On Tuesday night, as I stared disbelievingly at the TV through tired eyes, America voted in a man who has already become the voice of a generation.
Obama has won the race for the Presidency by making himself a symbol of hope for the future. The dark years of the Bush administration have been left behind and a new dawn has come for the American people – or so we dare to hope.
Despite the gloom of recession there is an inescapable optimism in the air. Obama has promised to “change the world”; his slogan, “Yes we can”, has fired the imagination of the American people and his oratory, intelligence and charisma have captured hearts and minds across the globe.
On the Daily Show on Wednesday night, Clarence Jones, the speech writer of Martin Luther King’s “I have a dream” speech, said that Obama’s win heralded the advent of a “multiracial society in which people are ‘judged on the content of their character not the colour of their skin.'”
The son of the black man from Kenya and a white woman from Kansas, Obama embodies the complexities of America’s chequered history. Yet it is his mixed background that has allowed him to escape the legacy of slavery and racial stereotypes that continue to plague race-relations in the US today.
“At various stages in the campaign,” he said in his speech in Philidelphia, “some commentators have deemed me either “too black” or ‘not black enough.’”
“The issues that have surfaced over the last few weeks reflect the complexities of race in this country that we’ve never really worked through – a part of our union that we have yet to perfect.”
Tonight, Thursday evening, Professor Jennifer Hochschild, chair of African-American Studies as Harvard University, gave the 22nd Sir Robert Birley Memorial Lecture at City University on ‘The Shifting Politics of Multiracialism ‘Mark One or More’: Barack Obama and the American Racial Order’.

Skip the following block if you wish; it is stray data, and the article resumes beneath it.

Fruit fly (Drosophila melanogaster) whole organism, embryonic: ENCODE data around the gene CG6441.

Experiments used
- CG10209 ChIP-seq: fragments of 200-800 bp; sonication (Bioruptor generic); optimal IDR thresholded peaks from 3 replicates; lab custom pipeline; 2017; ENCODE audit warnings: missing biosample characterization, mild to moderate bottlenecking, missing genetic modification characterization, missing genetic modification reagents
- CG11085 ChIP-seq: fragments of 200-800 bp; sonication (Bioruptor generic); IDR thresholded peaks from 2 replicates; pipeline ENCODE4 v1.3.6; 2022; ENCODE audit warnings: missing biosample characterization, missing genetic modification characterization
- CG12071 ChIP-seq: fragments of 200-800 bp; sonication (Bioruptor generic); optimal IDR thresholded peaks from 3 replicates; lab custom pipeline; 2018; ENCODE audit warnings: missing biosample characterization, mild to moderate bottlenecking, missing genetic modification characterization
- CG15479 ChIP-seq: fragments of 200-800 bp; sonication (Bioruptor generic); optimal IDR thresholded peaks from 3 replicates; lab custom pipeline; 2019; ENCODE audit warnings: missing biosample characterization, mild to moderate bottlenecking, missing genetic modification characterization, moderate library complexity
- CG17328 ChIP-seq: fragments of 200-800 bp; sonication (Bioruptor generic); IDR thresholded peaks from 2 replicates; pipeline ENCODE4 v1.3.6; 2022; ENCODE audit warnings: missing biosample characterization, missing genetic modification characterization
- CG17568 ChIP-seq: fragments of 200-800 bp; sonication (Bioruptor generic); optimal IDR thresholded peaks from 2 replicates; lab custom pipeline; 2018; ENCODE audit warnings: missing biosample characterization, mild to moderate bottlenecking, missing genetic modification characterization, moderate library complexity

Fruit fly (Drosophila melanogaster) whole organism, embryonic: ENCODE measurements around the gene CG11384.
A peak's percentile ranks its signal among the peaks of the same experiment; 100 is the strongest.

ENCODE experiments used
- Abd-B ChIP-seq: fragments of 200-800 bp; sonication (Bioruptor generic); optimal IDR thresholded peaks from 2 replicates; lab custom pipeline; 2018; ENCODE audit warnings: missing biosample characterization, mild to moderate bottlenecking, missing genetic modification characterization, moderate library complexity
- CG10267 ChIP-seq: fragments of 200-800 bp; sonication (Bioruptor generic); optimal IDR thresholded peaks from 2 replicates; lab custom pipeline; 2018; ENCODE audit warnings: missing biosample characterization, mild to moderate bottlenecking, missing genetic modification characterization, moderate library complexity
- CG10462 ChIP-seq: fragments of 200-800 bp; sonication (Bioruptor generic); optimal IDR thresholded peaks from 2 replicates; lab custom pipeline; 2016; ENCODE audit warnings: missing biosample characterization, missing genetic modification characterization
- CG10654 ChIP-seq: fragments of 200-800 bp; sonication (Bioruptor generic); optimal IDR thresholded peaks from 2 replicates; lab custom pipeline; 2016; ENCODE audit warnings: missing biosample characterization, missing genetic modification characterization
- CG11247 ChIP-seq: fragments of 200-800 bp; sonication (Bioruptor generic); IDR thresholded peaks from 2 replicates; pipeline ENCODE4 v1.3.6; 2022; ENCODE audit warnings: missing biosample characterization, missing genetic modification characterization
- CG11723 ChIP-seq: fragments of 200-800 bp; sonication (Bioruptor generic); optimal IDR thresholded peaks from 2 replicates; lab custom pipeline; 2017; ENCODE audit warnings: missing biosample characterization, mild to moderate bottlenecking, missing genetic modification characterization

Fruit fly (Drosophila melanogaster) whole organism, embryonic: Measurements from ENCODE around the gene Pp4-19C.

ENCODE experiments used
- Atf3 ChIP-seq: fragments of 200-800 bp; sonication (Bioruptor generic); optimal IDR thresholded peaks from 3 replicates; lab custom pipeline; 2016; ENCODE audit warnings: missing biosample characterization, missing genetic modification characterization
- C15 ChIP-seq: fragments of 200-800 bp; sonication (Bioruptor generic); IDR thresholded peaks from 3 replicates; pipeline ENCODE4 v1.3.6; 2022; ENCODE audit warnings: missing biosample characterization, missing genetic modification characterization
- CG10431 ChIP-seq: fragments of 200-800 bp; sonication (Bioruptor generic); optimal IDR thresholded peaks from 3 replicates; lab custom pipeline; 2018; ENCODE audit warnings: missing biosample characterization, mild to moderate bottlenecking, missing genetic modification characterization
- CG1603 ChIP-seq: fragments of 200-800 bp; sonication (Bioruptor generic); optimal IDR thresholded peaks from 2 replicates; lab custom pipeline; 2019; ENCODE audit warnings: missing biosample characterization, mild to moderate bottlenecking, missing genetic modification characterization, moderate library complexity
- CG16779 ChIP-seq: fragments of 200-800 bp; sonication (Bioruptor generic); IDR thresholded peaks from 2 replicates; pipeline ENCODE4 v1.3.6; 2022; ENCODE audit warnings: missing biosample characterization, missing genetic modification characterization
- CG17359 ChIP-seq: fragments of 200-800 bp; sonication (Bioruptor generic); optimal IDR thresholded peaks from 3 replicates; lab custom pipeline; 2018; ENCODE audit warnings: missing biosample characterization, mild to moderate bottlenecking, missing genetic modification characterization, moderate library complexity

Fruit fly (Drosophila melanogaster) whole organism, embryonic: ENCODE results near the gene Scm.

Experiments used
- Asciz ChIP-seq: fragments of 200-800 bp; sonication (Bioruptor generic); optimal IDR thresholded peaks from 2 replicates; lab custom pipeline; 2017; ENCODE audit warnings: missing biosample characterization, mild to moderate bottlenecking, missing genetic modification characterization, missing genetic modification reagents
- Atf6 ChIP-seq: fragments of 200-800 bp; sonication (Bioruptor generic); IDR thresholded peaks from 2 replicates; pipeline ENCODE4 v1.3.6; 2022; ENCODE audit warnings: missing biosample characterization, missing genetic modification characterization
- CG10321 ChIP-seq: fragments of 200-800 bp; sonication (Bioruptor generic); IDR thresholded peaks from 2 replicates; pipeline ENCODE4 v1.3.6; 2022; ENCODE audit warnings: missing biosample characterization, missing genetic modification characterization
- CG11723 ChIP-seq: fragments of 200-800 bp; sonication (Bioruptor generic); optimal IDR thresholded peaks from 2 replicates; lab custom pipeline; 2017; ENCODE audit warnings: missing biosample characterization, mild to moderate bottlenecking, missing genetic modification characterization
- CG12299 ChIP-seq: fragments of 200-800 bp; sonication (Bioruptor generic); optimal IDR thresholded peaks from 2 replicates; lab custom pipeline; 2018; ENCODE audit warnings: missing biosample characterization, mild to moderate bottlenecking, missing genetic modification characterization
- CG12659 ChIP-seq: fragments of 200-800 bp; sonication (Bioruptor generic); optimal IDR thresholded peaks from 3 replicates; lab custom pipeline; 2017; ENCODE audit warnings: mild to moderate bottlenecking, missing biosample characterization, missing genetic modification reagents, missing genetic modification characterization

While the arrival of the first African-American president has been hailed as historic, Hochschild believes that traditional racial boundaries have been eroding for the last 30 years.
A poll in September 2007 found that 79 per cent of Americans approve of marriage between blacks and whites and 63 per cent thought that more Americans thinking of themselves as multiracial was a good thing.
Obama has not only managed to transcend racial boundaries, but overstep them altogether. In 2007 the New York Times ran an article with the headline A biracial candidate walks his own fine line. In 2008, another headline ran: When ‘the man’ is one of us. In a 2008 poll, most people asked said that Obama was neither “white or black, he’s a little of both”.
It will take more than a single figurehead to heal the wounds that run so deep in America. Obama’s election is the culmination of the hopes and fears of a people longing for change and to shape their own future. Yet the situation looks increasingly dire – half a million Americans have lost their jobs in the past two months – and many are worried that soon all our high hopes will come crashing to the ground.
In an interview with the Times earlier this month, the geneticist Steve Jones said: “History is made in bed, but nowadays the beds are getting closer together. The future’s brown”. Obama is living proof that the world is getting smaller and, hopefully, better.